Why might Pialat risk this potential lack of focus where another director would make clear exactly Nelly's feelings and the viewer aware of these reservations? There are at least three reasons one can think of. The first and most obvious one concerns dramatic subtlety, the second socio-political judiciousness, and the third an interest in characterisation that can all the better capture emotional nuance through apparently ignoring it. Dramatic subtlety in Pialat's work (including, L'Enfance Nue, A Nos Amours and Police), rarely takes the form of understatement. His films are full of bickering, confrontations and fights, with a character's mood jumping swiftly from one state to another. In an early scene in a nightclub here, Andr slaps Nelly and she suddenly bursts out laughing. Later, after Nelly and Andr have split up and she's going out with Loulou, Pialat cuts from Nelly and Andr conversing civilly on the street to Andr pushing and slapping her in the car. There are similar scenes in other Pialat films. In A Nos Amours, the father suddenly slaps his daughter for actions not very different from those he seemed to approve of earlier in the film. In Police, Depardieu's cop often acts as much with personal irritation as professional righteousness. In Pialat's work there is the appropriately social mode of behaviour often obliterated by the personal mood of the character. Pialat seeks dramatic subtlety not through subtlety of human behaviour; more from the humanly inexplicable. This makes his work often dramatically enigmatic but not at all understated. By focusing on Nelly's disdain and distance from what she sees, Pialat would have arrived at the unsubtlety of the dramatically explicable;when what he wants instead is categorical action but the motivation behind these actions to remain unclear.

The second reason rests in the socio-political. To show the dinner party sequence from Nelly's disdainful and aghast point of view would reduce the environment to no more than Nelly's perspective of an event, rather like Jon Avnet showing Michelle Pfeiffer's character in Up Close and Personal returning to her trailer park past and seeing how far she has left it behind and how important that rejection has been. Trailer park existence serves as no more than cautionary: this is where she came from and this is where she definitely doesn't want to return. The socio-political context is completely absorbed into the psychological viewpoint of Pfeiffer's Tally Atwater. The trailer park does not exist beyond that viewpoint. Pialat, on the other hand, is interested in the milieu in and of itself. While we can safely assume that Nelly's emotions are vital to the scene, they aren't at all exclusive to it. With the sequence there are moments hinting at some half a dozen other characters' thoughts and feelings. At one moment we hear that the gun-toting partner is jealous of one of Loulou's friends; moments later he is jealous of Loulou's womanizing buddy; all the while Loulou's mum seems happy to be there, a dog chases a chicken, and the jealous partner's spouse shows immense affection towards her kids. When in the DVD extras Isabelle Huppert comments on the making of the film she mentions this scene, saying "there's a profound connection woven. There's a very strong bond created in those moments between the camera...a bond between Pialat and us that's connected via the camera." Could the same be said of Atwater's return in Up Close and Personal? While Huppert admits that Pialat's films are hardly cinema verit - he is more interested in "compressing or crushing" reality in the editing suite, she believes, than the extended observational take - he wants nevertheless to capture the real in its unfolding. Too preconceived, too narratively subjective, a notion of social class would destroy that sense of the real.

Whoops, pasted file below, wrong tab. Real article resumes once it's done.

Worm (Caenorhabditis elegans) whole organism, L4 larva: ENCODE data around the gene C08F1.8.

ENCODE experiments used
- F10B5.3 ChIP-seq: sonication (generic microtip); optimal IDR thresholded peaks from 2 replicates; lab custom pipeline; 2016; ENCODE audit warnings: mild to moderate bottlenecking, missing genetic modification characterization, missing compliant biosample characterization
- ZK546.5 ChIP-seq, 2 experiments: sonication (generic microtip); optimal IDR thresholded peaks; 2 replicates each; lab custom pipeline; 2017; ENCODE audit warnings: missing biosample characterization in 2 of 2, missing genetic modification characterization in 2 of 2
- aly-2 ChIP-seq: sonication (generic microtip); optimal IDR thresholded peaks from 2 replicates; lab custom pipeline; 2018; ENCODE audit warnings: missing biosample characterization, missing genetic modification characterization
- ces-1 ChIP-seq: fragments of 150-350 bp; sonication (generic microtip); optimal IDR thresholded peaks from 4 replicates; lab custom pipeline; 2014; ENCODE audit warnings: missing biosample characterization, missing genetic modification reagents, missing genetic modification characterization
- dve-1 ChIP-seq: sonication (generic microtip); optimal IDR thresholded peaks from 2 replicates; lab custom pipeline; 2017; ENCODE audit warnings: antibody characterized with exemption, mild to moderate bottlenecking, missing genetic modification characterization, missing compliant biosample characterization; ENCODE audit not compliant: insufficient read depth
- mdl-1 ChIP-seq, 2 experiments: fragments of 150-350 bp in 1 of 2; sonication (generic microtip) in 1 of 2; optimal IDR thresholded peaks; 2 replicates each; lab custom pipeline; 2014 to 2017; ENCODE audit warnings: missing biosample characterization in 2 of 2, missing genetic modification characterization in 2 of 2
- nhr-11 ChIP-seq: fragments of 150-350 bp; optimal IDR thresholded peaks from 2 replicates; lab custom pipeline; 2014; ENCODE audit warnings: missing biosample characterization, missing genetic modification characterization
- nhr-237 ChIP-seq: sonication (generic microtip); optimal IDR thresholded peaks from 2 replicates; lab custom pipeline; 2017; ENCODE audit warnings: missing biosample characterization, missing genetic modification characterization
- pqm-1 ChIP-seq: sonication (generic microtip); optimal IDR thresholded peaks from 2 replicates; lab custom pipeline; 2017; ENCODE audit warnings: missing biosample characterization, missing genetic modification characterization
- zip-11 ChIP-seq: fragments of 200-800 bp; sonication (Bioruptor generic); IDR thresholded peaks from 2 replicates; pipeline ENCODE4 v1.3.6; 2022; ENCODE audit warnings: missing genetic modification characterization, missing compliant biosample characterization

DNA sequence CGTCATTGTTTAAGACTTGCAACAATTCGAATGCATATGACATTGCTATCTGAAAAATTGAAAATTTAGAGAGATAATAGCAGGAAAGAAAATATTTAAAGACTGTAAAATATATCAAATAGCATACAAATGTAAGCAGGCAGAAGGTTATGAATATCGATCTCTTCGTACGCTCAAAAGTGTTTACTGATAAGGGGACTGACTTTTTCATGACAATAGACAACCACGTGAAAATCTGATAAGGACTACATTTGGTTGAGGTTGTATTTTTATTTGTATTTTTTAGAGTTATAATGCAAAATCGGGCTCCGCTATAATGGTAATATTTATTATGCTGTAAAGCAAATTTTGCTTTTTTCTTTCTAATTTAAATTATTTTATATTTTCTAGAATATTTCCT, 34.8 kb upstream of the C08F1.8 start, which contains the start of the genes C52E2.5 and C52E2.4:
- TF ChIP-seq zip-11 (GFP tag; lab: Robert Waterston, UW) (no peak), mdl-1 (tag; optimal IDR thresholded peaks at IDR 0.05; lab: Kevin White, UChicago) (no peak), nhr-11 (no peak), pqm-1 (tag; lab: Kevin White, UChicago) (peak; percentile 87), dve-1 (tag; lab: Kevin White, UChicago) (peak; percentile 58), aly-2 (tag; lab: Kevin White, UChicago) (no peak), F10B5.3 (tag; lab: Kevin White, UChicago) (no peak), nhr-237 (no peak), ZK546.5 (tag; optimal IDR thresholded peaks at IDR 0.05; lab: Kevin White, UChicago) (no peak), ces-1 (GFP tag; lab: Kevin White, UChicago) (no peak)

In the third instance, Nelly perhaps doesn't quite know what she is feeling in this scene. She seems lost, preoccupied, absent from the situation - but that doesn't mean because she is removed from the dinner that she is present precisely somewhere else. If the film too obviously concentrated on her reservations about Loulou and his milieu, the sense of her being lost would be replaced by a new type of assurance. She would have moved from her earlier romantic attachment to Loulou's working class adventurousness, to a bourgeois disapproval of his recklessness and coarseness. Pialat wants more ambivalence in the character than that.